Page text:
However, note that this isn’t necessarily an add-it-and-forget-it endorsement. The form provisions require that the insured allow the carrier to adjust Coverage A in accordance with property evaluations they make as well as adjust the limit to keep up with inflation. While these may not seem like a big deal, the form also requires that the insured notify the carrier:
Within 30 days of completion, of any improvements, alterations or additions to the building insured under Coverage A which increase the replacement cost of the building by 5% or more.
This means you still need to stress to your insureds that any improvements to their homes be reported to your agency so that replacement cost estimates can be updated accordingly.
In some cases, carriers may offer guaranteed replacement cost endorsements. This is an even better option, as it doesn’t cap the additional amount of coverage at 25% or 50%. Rather, it provides an unlimited amount of coverage to rebuild the home (as-is, of course) in the event of a total loss.
Just like with the HO 04 20 endorsement, these forms will require that you properly insure the home to its current replacement value and amend the Coverage A limit any time improvements, alterations, or additions are made.
Update jewelry appraisals
Another conversation that I’ve had recently with clients centers around jewelry appraisals. Over the past five years, the price of gold is up almost 25%, platinum is up about 16%, and silver is up approximately 12%. If you have clients with scheduled jewelry, it is imperative that they keep their appraisals current.
As I’ve told insureds on more than one occasion: It’s great when a client calls after a piece of jewelry is lost or stolen and we can tell them that they’re covered. However, it’s terrible to have a follow up conversation with the client when the amount of coverage is insufficient to replace the insured item.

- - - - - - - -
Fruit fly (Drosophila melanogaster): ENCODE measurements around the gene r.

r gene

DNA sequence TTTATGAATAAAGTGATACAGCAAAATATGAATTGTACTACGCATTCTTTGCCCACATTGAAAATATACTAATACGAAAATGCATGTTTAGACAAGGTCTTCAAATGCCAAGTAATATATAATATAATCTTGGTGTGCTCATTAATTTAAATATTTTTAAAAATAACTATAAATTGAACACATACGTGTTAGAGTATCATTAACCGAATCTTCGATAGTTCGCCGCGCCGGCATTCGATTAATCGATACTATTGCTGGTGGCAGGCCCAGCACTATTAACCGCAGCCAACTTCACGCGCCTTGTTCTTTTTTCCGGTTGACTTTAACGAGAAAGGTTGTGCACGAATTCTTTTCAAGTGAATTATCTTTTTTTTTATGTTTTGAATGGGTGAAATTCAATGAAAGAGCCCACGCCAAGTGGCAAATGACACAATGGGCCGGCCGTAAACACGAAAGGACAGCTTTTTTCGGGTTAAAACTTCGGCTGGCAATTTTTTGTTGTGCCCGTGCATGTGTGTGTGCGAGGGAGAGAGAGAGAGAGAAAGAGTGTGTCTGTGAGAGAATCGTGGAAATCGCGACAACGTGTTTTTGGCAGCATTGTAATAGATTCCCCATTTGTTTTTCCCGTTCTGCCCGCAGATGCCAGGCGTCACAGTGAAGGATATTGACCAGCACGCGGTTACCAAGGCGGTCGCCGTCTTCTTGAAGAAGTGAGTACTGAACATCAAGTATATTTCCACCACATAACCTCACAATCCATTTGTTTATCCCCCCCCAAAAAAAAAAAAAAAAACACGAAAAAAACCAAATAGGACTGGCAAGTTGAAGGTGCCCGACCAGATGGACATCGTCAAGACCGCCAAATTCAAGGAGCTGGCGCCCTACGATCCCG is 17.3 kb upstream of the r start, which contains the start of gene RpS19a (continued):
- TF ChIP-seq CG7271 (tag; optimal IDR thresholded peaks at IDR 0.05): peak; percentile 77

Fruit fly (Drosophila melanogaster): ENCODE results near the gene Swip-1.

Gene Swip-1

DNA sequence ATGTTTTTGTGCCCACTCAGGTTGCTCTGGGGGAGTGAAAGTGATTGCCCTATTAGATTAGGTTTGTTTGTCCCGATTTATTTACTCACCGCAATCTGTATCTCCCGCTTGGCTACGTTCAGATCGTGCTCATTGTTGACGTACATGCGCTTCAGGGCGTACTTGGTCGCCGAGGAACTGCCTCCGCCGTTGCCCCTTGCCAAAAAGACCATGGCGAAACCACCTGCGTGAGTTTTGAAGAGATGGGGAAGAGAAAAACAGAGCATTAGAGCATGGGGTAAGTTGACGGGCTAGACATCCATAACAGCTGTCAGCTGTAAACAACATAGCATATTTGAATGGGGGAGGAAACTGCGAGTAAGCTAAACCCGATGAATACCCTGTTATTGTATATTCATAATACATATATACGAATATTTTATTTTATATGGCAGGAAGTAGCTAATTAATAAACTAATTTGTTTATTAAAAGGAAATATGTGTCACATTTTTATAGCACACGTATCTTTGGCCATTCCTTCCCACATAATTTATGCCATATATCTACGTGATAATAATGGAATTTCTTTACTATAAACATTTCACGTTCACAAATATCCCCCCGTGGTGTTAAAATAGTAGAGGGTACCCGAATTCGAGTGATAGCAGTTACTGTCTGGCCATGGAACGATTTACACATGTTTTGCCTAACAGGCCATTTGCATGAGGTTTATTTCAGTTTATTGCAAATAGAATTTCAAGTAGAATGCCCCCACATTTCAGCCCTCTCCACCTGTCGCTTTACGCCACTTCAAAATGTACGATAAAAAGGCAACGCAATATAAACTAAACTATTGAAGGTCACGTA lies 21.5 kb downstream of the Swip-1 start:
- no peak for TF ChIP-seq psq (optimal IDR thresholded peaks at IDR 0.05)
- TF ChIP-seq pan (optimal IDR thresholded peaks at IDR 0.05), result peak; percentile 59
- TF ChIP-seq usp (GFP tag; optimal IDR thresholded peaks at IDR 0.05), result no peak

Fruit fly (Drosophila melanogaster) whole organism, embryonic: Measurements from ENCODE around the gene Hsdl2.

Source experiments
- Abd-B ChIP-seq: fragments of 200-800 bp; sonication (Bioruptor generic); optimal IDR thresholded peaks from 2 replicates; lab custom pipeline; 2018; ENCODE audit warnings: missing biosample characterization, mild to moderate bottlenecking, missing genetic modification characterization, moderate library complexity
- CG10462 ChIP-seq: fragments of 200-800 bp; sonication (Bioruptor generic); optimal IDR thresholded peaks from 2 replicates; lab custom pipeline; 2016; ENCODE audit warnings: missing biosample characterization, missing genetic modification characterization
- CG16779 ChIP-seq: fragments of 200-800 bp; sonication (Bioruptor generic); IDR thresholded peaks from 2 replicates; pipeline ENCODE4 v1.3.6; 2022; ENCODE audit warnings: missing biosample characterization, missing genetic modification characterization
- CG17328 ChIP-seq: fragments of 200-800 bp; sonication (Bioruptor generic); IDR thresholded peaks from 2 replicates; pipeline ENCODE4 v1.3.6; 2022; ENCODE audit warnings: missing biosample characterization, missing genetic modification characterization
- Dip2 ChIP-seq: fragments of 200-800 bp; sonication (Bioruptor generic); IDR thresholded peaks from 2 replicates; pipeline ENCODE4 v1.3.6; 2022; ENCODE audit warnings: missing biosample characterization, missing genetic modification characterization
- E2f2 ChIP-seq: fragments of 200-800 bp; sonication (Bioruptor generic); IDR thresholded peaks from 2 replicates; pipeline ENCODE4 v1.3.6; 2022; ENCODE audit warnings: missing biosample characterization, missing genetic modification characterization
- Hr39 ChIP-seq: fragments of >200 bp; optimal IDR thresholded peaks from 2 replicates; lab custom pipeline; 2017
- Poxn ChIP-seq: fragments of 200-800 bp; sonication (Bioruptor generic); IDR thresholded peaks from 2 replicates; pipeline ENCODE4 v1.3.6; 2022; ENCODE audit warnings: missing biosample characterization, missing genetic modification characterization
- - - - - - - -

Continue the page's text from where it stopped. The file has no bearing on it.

Stress to your clients the need to obtain updated appraisals for their scheduled valuables every few years. Not only are the prices of precious metals increasing, but so are the replacement values of various watch brands such as Rolex.
Increase rental reimbursement coverage
On the auto side of things, talk with clients about increasing the rental reimbursement limit of insurance on their auto policies. The $30 or $40 per day limit they may currently have on their policies will most likely be woefully insufficient if they need the coverage after a covered accident.
For example, I recently searched for rental cars in my area (Dayton, Ohio) with a well-known national car rental company. The price for a compact car was $400 per week while a standard model was $420 per week.
Obviously, prices will vary by area, but the premise remains the same: The small amounts of rental reimbursement that are included with the auto policies you sell won’t be enough to put your clients into an equivalent vehicle after a covered loss.
Given that auto repairs are often taking longer now than they were a few years ago, insufficient rental reimbursement limits could add up quickly and your clients won’t be thrilled about what they must pay out-of-pocket if their limits fall short.
While everyone is increasingly conscious about what they are paying for goods and services—insurance included—we all need to remind our clients that this is not the time to skimp on protection.
Saving a few premium dollars won’t be worth it in the long run if your clients find themselves underinsured at the time of a loss.
Marc McNulty, CIC, CRM, is a principal at The Uhl Agency in Dayton, Ohio, and has been with the agency since 2001. He divides his time among sales, marketing, technology and operational duties. You can reach Marc at firstname.lastname@example.org